Blackpool's buses were once as distinguished as the town's trams. Not only did the tram system get a total makeover during the 1930s - but its buses probably even more so. A streamlined design emerged in parallel to the new rail coach and double deckers built at Preston. The same designers produced a prototype double deck bus with innovative styling, complete with centre entrance and dual staircases. In 1936 this bus (numbered 120) broke new ground in design stakes - and became the basis of successive deliveries to Blackpool totally eventually 95 double deckers by 1940 (together with single deck versions numbered 1 - 18).
In parallel to the summer season open 'boat car' design - Blackpool also wanted a similar modern stylish open bus. It got its wishes filled in 1935 with delivery of six glamorous single deck vehicles 113 - 118. Reflecting the 'boat cars' with their central entrance and canopy - these new buses came with the same features. A slight dome on the roof of the canopy gave the design an even more exotic flavour - and led to their nickname the 'Gondolas'. They provided a totally different way of visiting Stanley Park from the town centre - replacing earlier staid toastrack style buses. Regrettably despite efforts to save the last example (118) - none of these quite amazing buses has survived. Two further classes of open buses supplemented the 'Gondolas' during this busy period of Blackpool's history.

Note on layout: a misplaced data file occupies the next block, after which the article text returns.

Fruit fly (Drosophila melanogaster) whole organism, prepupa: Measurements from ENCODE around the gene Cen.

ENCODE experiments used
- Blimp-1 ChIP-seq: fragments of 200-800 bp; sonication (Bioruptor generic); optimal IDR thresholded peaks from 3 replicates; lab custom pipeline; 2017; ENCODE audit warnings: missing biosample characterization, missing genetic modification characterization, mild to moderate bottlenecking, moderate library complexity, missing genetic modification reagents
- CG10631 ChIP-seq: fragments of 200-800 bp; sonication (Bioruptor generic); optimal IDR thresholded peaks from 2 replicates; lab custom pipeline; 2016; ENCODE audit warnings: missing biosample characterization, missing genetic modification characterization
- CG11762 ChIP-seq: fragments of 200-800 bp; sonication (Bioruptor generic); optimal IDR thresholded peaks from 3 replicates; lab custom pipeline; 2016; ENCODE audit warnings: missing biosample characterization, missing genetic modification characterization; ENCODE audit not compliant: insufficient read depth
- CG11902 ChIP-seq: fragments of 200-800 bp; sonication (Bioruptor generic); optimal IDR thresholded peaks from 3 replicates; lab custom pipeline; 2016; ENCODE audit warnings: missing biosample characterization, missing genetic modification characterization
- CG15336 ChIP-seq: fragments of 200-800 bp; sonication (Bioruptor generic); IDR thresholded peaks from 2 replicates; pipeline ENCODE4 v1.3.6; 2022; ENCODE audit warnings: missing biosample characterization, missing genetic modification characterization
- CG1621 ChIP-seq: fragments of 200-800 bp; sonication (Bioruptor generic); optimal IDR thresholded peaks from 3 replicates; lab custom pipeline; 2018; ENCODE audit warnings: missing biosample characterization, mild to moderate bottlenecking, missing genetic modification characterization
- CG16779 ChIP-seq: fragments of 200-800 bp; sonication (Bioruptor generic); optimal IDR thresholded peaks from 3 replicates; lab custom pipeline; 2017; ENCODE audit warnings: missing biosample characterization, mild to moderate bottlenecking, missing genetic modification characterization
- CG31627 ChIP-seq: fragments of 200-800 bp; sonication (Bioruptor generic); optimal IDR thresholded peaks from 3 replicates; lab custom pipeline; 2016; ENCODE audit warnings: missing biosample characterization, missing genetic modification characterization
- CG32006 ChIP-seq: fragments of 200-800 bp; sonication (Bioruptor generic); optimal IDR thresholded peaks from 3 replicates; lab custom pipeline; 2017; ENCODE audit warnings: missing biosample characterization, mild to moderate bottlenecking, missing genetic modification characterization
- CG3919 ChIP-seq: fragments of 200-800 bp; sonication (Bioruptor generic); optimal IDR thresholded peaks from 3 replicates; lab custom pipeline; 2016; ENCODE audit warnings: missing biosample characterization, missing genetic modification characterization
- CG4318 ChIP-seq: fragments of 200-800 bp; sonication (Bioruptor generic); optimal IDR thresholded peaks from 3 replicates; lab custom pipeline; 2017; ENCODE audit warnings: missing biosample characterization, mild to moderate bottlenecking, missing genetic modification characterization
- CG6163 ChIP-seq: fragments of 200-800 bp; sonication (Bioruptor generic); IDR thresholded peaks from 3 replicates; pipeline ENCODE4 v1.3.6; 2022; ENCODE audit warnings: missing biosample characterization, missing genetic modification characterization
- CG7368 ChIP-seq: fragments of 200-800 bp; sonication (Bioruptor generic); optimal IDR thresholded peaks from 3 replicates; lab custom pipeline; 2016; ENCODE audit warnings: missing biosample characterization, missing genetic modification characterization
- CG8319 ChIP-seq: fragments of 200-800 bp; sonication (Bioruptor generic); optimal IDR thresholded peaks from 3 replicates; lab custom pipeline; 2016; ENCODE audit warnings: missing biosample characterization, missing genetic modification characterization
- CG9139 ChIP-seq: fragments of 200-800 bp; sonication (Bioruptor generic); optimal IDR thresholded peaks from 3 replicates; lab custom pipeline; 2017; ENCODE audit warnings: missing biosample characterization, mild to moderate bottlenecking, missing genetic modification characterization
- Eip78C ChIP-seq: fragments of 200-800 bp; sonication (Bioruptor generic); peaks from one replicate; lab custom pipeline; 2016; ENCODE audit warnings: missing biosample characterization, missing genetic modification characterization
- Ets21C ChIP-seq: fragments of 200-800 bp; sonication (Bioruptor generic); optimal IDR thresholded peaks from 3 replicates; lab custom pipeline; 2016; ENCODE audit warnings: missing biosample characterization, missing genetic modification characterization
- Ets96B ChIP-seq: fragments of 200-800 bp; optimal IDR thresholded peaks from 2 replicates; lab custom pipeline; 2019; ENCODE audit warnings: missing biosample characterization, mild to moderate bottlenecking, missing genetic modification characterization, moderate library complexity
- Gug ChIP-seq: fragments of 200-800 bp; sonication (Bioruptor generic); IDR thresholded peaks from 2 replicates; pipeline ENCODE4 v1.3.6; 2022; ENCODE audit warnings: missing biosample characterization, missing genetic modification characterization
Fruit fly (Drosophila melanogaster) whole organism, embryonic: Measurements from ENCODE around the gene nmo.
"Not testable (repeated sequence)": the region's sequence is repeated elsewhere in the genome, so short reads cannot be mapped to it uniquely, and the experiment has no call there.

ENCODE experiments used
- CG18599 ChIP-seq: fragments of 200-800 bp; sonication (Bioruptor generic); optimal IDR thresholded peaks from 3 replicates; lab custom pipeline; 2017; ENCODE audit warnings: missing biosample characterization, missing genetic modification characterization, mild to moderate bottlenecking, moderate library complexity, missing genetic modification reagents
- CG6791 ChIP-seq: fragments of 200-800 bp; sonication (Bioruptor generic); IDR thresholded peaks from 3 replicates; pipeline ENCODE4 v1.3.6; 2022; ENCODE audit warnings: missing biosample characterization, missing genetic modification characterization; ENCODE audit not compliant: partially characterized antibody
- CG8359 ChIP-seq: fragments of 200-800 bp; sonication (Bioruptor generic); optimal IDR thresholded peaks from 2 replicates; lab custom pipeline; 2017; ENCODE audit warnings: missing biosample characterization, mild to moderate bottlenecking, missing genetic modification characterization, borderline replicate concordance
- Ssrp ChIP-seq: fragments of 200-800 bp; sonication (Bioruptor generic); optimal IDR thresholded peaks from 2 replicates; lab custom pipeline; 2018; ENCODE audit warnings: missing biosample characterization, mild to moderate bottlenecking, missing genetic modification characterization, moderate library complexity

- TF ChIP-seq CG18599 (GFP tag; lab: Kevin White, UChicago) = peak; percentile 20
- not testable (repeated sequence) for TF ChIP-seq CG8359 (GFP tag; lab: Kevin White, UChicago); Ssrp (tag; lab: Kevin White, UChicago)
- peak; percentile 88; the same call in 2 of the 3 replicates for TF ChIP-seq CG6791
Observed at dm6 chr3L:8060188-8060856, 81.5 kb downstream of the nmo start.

A unique one-off model to 1/18th scale has been reserved for Rigby Road Publications. Commissioned from an independent model maker as birthday gift for its original owner - this 'ghost' from the long extinct motorbus equivalent of Blackpool 'boat' cars will soon be coming home. It is hoped that it can be put on display as part of an exhibition of artifacts and material reflecting the resort's history as Britain's most popular seaside resort.
The 'Gondola' model is shown in its display case during brief
discussions with its Owner